WATCH RBI Governor Shaktikanta Das unveil $50 billion ammunition to keep the Indian economy breathing amidst coronavirus lockdown

WATCH RBI Governor Shaktikanta Das unveil $50 billion ammunition to keep the Indian economy breathing amidst coronavirus lockdown
  • The Reserve Bank of India (RBI) announced steps that can release ₹3.7 lakh crore.
  • The steps include a sharp 75 basis points cut in repo rate and a 90 basis points cut in reverse repo rate.
  • Banks have been discouraged from depositing money with the RBI, and instead have been pushed to 'do whatever they can' to provide credit to those people and businesses affected by the novel coronavirus and the lockdown that followed.
  • The RBI has also reduced the cash reserve ratio, pushed to boost working capital loans, eased compliance requirements, and the classification of bad loans.
  • Banks have been permitted to trade in offshore rupee derivative market (the non-deliverable forwards market) from June 1, 2020.
  • Governor Das appealed to the people not to resort to panic withdrawals of money from banks and assured that the depositors' money will remain safe.
The Reserve Bank of India unveiled a slew of measures that can together release nearly ₹3.7 lakh crore (nearly $50 billion) into the Indian economy while it fights the impact of the novel coronavirus and the lockdown imposed to contain the spread of the pandemic.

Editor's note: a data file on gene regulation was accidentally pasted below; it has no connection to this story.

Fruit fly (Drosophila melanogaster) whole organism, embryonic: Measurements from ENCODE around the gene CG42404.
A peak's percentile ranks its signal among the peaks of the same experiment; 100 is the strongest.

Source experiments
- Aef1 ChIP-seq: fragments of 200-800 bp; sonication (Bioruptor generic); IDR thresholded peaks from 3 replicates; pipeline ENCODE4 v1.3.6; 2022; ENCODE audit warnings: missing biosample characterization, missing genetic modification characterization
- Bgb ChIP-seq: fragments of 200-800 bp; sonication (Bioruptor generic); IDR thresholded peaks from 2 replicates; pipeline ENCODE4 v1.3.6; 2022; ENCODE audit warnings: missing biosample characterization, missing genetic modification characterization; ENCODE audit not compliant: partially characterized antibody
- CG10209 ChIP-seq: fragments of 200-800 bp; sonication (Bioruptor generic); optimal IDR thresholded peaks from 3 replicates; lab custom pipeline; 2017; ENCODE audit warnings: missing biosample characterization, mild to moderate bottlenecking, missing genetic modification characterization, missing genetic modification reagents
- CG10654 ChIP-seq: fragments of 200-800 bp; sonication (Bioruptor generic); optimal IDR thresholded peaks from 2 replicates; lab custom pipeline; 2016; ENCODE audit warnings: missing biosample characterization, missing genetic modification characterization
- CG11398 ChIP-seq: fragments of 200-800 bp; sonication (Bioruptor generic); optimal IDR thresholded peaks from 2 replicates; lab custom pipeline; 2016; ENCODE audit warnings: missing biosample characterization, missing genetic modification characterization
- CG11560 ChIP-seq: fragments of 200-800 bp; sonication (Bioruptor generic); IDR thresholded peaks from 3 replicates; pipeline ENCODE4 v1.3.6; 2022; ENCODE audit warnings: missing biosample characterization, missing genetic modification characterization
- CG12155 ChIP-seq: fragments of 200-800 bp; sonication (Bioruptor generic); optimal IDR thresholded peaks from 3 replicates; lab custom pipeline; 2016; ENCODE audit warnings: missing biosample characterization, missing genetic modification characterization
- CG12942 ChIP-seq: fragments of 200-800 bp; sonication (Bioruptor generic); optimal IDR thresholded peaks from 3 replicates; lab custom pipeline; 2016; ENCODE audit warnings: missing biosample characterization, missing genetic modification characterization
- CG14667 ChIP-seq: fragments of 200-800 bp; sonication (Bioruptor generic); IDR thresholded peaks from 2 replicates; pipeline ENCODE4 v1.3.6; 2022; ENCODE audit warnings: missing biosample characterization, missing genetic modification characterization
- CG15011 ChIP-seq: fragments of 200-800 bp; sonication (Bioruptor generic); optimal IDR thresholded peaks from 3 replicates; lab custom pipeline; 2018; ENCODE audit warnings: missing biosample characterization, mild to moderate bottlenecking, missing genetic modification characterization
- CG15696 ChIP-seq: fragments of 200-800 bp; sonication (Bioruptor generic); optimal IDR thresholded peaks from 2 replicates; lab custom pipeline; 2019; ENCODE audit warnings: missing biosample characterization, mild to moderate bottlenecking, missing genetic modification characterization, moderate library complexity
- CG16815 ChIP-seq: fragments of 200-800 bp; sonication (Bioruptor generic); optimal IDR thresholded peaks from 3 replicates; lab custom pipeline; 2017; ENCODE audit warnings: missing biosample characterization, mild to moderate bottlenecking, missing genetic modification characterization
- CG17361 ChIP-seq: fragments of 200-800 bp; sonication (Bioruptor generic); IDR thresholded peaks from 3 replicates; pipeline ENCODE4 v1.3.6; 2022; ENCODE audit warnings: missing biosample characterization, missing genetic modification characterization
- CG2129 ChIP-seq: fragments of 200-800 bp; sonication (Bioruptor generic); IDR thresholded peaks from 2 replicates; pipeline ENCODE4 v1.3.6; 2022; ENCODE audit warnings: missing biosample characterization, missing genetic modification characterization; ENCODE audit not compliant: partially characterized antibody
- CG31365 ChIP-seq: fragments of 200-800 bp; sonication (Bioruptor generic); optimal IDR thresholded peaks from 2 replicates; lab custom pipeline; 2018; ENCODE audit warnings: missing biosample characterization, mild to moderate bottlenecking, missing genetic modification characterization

The monetary policy panel decided to cut repo rate by 75 basis points and the reverse repo rate by 90 basis points. The reverse repo rate has seen a sharper cut to disincentivise the banks from depositing money with the RBI. "Banks have been depositing ₹3 lakh crore daily with the RBI in the last few days," the RBI Governor said while citing that credit flow has stopped.

“Tough times don’t last but tough people and tough institutions do,” he added.

These are some of the highlights from the speech of RBI Governor Shaktikanta Das:

1. The new repo rate (the rate at which the RBI lends to banks) will be at 4.4% as compared to 5.15% earlier. The decision was taken after a 4:2 majority vote at the Monetary Policy Committee.


2. All commercial banks including regional, rural and others are being permitted to allow a 3-month moratorium of payment of installments on all terms loans outstanding as on March 1. 3-month deferment of interest on working capital facilities. Accumulated interest for the period will be paid after the exipiry of the deferment period.The moratorium on terms terms and deferment of internet on working capital will not result in asset classification downgrade. Banks and financial institutions must do all that they can to ensure credit flow, on easier terms, to all those affected by the novel coronavirus.

3. LTRO: Long-term redemption operations
These are instruments used to avail loans for working capital. RBI will conduct long-term repo of upt0 3 year tenor to the tune of ₹1 lakh crore. Investments made by banks will classified as 'hold-t0-maturity', and not under 'large exposures'. The first tranche of ₹25,000 crore will be issued today (March 27).